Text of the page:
Guidance included in the latest USMCA Implementing Instructions issued last week confirms that importers will still be able to access U.S. Customs and Border Protection’s voluntary Reconciliation program once the United States–Mexico–Canada Agreement takes effect next month.
There will, however, be an unwelcome change when it comes to treatment of the Merchandise Processing Fee, the U.S. government’s nominal user charge on imports, currently assessed at 0.3464% of the value of the goods with a minimum $26.79 and a maximum of $519.76 for formal entries.
Unlike the North American Free Trade Agreement which allowed for refund of the MPF, the new USMCA does not. Consequently, after July 1, the MPF will no longer be refundable on post-import claims, including those entered using CBP’s Reconciliation program.
Note: A bill introduced to Congress earlier this month seeks to amend this the USMCA, but is not expected to be passed before the July 1st deadline.
Post-NAFTA Reconciliation Process
To help ensure the MPF is properly refunded when applicable, once the USMCA goes into effect, separate Reconciliation Entries should be made for goods that fall under the USMCA (entered on/after July 1st) and for goods covered under the provisions of NAFTA (entered before July 1st).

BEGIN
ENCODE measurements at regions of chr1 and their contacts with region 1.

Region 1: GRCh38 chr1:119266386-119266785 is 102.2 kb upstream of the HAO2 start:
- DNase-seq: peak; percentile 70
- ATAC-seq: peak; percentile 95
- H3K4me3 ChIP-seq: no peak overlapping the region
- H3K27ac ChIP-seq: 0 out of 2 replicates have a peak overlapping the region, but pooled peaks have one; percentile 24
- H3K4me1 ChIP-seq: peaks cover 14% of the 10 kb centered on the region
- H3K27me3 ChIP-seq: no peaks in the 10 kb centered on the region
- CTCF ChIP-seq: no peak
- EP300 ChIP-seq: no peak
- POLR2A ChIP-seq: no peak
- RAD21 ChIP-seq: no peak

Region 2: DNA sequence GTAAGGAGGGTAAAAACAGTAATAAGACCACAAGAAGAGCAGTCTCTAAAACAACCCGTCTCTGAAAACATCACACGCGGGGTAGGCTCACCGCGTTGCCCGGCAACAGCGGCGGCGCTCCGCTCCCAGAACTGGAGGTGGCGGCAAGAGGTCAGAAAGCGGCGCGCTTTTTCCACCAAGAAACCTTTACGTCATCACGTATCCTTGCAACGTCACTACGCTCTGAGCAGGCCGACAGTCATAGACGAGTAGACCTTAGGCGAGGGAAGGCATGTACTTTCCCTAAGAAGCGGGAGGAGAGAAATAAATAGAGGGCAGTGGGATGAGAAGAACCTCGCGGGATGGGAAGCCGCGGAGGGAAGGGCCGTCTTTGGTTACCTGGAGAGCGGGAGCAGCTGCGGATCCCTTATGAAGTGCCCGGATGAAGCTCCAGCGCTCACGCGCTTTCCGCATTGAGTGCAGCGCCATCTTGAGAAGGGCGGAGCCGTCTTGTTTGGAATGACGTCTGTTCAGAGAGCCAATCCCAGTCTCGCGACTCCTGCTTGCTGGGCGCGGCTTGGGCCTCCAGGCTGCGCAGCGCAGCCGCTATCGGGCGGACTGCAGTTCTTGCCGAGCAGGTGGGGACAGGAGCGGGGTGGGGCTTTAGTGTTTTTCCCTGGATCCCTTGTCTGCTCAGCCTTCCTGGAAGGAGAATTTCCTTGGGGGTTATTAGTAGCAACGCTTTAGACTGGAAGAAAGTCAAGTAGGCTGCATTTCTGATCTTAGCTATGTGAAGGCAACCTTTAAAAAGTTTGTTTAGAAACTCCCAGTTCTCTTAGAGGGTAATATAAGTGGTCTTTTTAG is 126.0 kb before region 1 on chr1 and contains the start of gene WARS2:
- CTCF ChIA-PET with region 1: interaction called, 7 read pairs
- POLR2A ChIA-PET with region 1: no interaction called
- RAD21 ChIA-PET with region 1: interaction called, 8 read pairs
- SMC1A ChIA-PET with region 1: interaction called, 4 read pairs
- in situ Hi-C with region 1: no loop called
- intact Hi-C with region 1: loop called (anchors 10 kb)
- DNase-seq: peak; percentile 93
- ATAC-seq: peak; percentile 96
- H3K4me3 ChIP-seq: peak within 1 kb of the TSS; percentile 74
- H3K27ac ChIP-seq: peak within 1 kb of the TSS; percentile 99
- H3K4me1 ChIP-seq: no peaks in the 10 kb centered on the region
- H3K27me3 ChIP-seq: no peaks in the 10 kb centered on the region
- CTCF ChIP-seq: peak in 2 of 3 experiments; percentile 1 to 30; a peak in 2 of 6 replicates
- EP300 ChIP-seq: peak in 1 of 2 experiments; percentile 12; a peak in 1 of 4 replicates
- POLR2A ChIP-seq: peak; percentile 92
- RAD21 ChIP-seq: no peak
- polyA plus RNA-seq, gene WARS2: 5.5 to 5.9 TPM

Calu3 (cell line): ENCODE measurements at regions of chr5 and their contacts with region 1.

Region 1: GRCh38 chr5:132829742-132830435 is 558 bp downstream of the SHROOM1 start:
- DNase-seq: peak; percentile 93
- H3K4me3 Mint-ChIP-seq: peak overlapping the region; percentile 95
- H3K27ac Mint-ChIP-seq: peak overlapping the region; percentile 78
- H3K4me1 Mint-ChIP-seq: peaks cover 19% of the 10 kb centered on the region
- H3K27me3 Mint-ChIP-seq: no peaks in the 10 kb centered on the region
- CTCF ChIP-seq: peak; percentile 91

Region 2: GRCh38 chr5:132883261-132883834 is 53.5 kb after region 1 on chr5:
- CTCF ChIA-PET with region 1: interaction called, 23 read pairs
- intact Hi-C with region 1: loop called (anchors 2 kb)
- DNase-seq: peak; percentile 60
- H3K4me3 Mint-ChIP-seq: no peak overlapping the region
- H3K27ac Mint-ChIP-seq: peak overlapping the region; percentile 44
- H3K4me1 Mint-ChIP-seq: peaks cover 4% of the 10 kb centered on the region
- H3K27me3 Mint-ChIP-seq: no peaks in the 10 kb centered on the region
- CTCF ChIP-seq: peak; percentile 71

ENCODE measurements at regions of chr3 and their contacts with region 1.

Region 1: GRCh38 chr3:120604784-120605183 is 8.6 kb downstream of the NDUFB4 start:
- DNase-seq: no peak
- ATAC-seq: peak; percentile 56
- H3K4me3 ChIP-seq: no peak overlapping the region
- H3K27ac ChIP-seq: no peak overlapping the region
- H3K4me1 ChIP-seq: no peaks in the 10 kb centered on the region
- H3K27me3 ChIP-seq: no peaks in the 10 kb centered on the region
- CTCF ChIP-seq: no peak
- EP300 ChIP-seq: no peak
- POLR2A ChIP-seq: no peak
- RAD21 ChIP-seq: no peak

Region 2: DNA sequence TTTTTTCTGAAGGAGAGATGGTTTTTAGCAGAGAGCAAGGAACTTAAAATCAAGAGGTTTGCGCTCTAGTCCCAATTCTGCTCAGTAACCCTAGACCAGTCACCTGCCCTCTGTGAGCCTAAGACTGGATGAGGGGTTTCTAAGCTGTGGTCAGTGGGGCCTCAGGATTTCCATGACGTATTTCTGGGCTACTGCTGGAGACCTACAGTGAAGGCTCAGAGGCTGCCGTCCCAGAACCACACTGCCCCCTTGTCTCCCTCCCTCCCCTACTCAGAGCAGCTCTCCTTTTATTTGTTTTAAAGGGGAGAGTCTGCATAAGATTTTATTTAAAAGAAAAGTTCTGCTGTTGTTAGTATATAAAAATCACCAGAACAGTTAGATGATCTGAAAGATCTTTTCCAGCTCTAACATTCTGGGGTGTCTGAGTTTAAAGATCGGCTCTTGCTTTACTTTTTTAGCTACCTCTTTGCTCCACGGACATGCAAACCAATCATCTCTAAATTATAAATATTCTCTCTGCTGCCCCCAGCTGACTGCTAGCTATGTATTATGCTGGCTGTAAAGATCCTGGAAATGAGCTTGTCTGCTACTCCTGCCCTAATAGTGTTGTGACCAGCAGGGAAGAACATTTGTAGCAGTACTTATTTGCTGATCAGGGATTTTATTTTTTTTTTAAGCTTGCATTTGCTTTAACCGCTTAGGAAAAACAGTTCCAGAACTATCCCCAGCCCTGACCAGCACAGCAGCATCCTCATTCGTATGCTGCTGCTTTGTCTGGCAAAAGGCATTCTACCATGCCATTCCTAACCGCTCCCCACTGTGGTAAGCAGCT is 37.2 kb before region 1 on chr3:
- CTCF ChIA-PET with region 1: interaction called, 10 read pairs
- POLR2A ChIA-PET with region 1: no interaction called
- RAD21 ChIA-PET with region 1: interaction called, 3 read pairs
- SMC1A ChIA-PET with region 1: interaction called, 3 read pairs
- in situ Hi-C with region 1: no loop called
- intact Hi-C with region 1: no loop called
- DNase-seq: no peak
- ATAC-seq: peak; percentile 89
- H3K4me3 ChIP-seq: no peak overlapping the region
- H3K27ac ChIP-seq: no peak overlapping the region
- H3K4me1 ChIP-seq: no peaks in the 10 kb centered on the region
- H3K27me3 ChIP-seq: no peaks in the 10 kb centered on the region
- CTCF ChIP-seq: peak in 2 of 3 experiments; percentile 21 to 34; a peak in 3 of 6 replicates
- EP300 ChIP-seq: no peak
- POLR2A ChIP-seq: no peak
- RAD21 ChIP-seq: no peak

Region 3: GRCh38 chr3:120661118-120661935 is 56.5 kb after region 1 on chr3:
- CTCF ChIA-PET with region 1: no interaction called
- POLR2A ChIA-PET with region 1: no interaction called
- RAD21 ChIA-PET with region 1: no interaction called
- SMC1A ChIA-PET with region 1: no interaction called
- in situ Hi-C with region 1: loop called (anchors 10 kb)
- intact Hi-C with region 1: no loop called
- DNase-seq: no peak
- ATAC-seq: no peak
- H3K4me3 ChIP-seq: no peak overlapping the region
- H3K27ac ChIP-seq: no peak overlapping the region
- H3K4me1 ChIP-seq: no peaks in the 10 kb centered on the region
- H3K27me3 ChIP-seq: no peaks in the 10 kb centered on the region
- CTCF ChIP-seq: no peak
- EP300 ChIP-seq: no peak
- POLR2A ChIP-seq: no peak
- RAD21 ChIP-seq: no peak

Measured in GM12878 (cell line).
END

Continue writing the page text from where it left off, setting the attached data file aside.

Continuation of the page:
The policy change means that if an importer claims their goods qualify for duty-free treatment subsequent to importation, a refund can be sought only on duties paid but not the MPF.
This underscores the importance of providing USMCA certificates to your customs broker prior to shipping or together with the cargo documentation. Failure to do so can lead to a post-import refund claim having to be made, resulting in you being unable to recover the full amount of monies that were initially paid.
Need More Information
If you have any questions about this issue or how other administrative or regulatory changes in the USMCA from its predecessor might impact your company, don’t hesitate to contact one of our knowledgeable trade experts today.